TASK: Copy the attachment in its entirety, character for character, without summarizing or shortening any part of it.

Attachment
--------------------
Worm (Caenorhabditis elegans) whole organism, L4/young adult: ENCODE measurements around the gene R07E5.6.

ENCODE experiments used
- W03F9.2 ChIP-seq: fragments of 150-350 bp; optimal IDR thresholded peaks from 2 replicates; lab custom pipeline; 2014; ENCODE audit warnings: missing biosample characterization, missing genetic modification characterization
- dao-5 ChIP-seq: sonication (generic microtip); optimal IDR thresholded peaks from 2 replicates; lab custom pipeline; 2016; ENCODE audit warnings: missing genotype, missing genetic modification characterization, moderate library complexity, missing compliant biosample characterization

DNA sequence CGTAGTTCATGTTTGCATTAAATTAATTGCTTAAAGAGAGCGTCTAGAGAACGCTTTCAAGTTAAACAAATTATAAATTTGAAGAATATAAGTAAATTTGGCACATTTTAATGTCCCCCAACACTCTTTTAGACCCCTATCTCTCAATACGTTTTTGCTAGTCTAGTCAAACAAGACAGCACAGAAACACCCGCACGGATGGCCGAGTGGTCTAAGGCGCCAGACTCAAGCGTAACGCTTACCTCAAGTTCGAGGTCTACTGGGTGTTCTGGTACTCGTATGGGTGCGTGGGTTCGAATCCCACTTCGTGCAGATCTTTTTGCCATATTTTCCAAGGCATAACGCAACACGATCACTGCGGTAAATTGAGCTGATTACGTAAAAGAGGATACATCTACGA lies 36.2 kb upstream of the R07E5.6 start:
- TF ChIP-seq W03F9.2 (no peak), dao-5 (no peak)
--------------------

Worm (Caenorhabditis elegans) whole organism, L4/young adult: ENCODE measurements around the gene R07E5.6.

ENCODE experiments used
- W03F9.2 ChIP-seq: fragments of 150-350 bp; optimal IDR thresholded peaks from 2 replicates; lab custom pipeline; 2014; ENCODE audit warnings: missing biosample characterization, missing genetic modification characterization
- dao-5 ChIP-seq: sonication (generic microtip); optimal IDR thresholded peaks from 2 replicates; lab custom pipeline; 2016; ENCODE audit warnings: missing genotype, missing genetic modification characterization, moderate library complexity, missing compliant biosample characterization

DNA sequence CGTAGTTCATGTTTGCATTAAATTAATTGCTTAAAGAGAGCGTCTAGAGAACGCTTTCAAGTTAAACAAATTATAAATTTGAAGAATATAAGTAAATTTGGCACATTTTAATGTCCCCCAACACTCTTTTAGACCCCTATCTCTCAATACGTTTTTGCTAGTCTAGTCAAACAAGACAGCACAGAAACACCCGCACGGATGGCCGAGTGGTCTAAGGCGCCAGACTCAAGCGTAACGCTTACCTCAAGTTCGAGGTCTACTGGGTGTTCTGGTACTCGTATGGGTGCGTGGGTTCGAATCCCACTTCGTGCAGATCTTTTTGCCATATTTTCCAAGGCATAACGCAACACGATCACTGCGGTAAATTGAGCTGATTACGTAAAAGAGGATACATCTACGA lies 36.2 kb upstream of the R07E5.6 start:
- TF ChIP-seq W03F9.2 (no peak), dao-5 (no peak)